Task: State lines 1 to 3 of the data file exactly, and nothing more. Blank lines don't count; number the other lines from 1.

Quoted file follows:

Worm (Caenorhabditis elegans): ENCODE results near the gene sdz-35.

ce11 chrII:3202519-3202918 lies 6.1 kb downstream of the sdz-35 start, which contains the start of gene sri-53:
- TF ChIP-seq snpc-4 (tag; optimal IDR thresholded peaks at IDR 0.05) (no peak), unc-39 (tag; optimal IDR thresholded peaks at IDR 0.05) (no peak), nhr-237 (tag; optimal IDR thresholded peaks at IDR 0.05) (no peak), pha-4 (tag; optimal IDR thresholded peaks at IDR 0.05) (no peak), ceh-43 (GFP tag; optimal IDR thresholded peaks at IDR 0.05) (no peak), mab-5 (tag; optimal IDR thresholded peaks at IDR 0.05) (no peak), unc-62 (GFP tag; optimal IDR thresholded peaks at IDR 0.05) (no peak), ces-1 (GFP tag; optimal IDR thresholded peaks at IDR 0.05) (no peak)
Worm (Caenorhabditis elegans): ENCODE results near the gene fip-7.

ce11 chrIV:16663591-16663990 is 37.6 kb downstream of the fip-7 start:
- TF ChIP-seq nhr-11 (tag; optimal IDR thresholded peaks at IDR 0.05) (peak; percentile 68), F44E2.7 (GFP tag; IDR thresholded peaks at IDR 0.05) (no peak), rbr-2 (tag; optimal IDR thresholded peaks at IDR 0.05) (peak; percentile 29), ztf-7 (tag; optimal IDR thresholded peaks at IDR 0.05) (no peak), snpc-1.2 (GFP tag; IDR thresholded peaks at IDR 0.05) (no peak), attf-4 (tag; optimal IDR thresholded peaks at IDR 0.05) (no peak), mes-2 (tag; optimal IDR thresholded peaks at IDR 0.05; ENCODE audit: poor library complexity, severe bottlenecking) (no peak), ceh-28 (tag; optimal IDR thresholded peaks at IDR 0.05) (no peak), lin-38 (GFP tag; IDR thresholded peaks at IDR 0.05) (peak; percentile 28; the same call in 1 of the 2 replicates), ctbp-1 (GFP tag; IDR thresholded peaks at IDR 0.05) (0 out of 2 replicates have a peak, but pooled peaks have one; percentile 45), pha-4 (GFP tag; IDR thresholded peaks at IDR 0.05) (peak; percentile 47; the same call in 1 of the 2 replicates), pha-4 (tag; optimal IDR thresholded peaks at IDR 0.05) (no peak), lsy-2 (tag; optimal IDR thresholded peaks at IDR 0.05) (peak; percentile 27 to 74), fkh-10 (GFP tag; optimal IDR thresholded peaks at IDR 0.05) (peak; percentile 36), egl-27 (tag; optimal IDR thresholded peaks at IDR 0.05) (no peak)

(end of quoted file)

Worm (Caenorhabditis elegans): ENCODE results near the gene sdz-35.

ce11 chrII:3202519-3202918 lies 6.1 kb downstream of the sdz-35 start, which contains the start of gene sri-53:
- TF ChIP-seq snpc-4 (tag; optimal IDR thresholded peaks at IDR 0.05) (no peak), unc-39 (tag; optimal IDR thresholded peaks at IDR 0.05) (no peak), nhr-237 (tag; optimal IDR thresholded peaks at IDR 0.05) (no peak), pha-4 (tag; optimal IDR thresholded peaks at IDR 0.05) (no peak), ceh-43 (GFP tag; optimal IDR thresholded peaks at IDR 0.05) (no peak), mab-5 (tag; optimal IDR thresholded peaks at IDR 0.05) (no peak), unc-62 (GFP tag; optimal IDR thresholded peaks at IDR 0.05) (no peak), ces-1 (GFP tag; optimal IDR thresholded peaks at IDR 0.05) (no peak)